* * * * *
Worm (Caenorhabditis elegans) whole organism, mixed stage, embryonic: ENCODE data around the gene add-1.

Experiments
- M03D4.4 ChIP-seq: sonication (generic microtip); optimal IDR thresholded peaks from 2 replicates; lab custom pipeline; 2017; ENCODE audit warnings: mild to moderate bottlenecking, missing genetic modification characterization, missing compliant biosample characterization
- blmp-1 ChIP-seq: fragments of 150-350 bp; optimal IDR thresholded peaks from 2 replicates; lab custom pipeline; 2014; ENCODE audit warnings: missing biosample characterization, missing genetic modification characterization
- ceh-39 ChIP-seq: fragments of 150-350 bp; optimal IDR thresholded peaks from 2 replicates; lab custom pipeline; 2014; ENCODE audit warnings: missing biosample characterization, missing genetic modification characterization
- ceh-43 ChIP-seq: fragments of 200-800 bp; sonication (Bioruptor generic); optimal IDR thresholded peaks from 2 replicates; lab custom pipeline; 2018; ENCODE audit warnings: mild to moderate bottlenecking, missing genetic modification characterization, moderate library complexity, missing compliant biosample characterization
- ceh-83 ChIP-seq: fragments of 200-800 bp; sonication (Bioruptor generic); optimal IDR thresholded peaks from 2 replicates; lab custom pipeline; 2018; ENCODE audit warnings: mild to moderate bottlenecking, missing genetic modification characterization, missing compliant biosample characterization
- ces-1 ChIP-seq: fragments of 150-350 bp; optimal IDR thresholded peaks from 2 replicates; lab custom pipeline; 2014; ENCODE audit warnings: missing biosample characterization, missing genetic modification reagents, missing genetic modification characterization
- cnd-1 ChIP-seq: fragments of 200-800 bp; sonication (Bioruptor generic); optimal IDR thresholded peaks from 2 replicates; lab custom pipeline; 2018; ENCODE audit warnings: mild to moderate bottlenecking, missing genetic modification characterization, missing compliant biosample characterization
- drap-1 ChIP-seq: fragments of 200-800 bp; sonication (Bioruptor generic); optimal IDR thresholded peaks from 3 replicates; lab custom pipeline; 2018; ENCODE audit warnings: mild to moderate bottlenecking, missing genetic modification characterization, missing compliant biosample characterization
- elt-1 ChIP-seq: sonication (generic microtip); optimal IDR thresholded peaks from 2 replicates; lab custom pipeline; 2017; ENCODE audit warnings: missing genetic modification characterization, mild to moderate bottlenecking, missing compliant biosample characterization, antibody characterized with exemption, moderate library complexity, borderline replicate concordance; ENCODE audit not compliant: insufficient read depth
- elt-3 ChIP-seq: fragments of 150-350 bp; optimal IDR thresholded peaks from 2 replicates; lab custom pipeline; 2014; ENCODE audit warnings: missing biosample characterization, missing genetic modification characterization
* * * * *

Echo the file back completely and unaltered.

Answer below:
Worm (Caenorhabditis elegans) whole organism, mixed stage, embryonic: ENCODE data around the gene add-1.

Experiments
- M03D4.4 ChIP-seq: sonication (generic microtip); optimal IDR thresholded peaks from 2 replicates; lab custom pipeline; 2017; ENCODE audit warnings: mild to moderate bottlenecking, missing genetic modification characterization, missing compliant biosample characterization
- blmp-1 ChIP-seq: fragments of 150-350 bp; optimal IDR thresholded peaks from 2 replicates; lab custom pipeline; 2014; ENCODE audit warnings: missing biosample characterization, missing genetic modification characterization
- ceh-39 ChIP-seq: fragments of 150-350 bp; optimal IDR thresholded peaks from 2 replicates; lab custom pipeline; 2014; ENCODE audit warnings: missing biosample characterization, missing genetic modification characterization
- ceh-43 ChIP-seq: fragments of 200-800 bp; sonication (Bioruptor generic); optimal IDR thresholded peaks from 2 replicates; lab custom pipeline; 2018; ENCODE audit warnings: mild to moderate bottlenecking, missing genetic modification characterization, moderate library complexity, missing compliant biosample characterization
- ceh-83 ChIP-seq: fragments of 200-800 bp; sonication (Bioruptor generic); optimal IDR thresholded peaks from 2 replicates; lab custom pipeline; 2018; ENCODE audit warnings: mild to moderate bottlenecking, missing genetic modification characterization, missing compliant biosample characterization
- ces-1 ChIP-seq: fragments of 150-350 bp; optimal IDR thresholded peaks from 2 replicates; lab custom pipeline; 2014; ENCODE audit warnings: missing biosample characterization, missing genetic modification reagents, missing genetic modification characterization
- cnd-1 ChIP-seq: fragments of 200-800 bp; sonication (Bioruptor generic); optimal IDR thresholded peaks from 2 replicates; lab custom pipeline; 2018; ENCODE audit warnings: mild to moderate bottlenecking, missing genetic modification characterization, missing compliant biosample characterization
- drap-1 ChIP-seq: fragments of 200-800 bp; sonication (Bioruptor generic); optimal IDR thresholded peaks from 3 replicates; lab custom pipeline; 2018; ENCODE audit warnings: mild to moderate bottlenecking, missing genetic modification characterization, missing compliant biosample characterization
- elt-1 ChIP-seq: sonication (generic microtip); optimal IDR thresholded peaks from 2 replicates; lab custom pipeline; 2017; ENCODE audit warnings: missing genetic modification characterization, mild to moderate bottlenecking, missing compliant biosample characterization, antibody characterized with exemption, moderate library complexity, borderline replicate concordance; ENCODE audit not compliant: insufficient read depth
- elt-3 ChIP-seq: fragments of 150-350 bp; optimal IDR thresholded peaks from 2 replicates; lab custom pipeline; 2014; ENCODE audit warnings: missing biosample characterization, missing genetic modification characterization